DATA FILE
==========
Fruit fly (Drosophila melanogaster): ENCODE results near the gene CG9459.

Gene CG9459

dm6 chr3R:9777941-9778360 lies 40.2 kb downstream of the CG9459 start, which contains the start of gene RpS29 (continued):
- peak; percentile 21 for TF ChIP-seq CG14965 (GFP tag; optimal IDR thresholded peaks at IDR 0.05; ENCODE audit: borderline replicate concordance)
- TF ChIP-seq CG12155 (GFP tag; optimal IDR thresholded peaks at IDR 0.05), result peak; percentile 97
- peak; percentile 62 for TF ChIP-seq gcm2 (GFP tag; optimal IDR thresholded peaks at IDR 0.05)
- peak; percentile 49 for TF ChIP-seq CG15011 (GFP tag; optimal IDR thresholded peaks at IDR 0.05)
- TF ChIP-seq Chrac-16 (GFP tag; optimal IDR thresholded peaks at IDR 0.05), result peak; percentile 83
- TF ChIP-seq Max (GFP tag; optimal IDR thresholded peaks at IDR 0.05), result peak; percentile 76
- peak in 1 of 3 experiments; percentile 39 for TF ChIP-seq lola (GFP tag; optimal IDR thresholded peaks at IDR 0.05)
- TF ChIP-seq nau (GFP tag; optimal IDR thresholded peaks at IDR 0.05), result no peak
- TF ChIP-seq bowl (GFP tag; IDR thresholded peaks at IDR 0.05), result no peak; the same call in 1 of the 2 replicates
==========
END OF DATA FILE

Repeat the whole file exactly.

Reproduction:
Fruit fly (Drosophila melanogaster): ENCODE results near the gene CG9459.

Gene CG9459

dm6 chr3R:9777941-9778360 lies 40.2 kb downstream of the CG9459 start, which contains the start of gene RpS29 (continued):
- peak; percentile 21 for TF ChIP-seq CG14965 (GFP tag; optimal IDR thresholded peaks at IDR 0.05; ENCODE audit: borderline replicate concordance)
- TF ChIP-seq CG12155 (GFP tag; optimal IDR thresholded peaks at IDR 0.05), result peak; percentile 97
- peak; percentile 62 for TF ChIP-seq gcm2 (GFP tag; optimal IDR thresholded peaks at IDR 0.05)
- peak; percentile 49 for TF ChIP-seq CG15011 (GFP tag; optimal IDR thresholded peaks at IDR 0.05)
- TF ChIP-seq Chrac-16 (GFP tag; optimal IDR thresholded peaks at IDR 0.05), result peak; percentile 83
- TF ChIP-seq Max (GFP tag; optimal IDR thresholded peaks at IDR 0.05), result peak; percentile 76
- peak in 1 of 3 experiments; percentile 39 for TF ChIP-seq lola (GFP tag; optimal IDR thresholded peaks at IDR 0.05)
- TF ChIP-seq nau (GFP tag; optimal IDR thresholded peaks at IDR 0.05), result no peak
- TF ChIP-seq bowl (GFP tag; IDR thresholded peaks at IDR 0.05), result no peak; the same call in 1 of the 2 replicates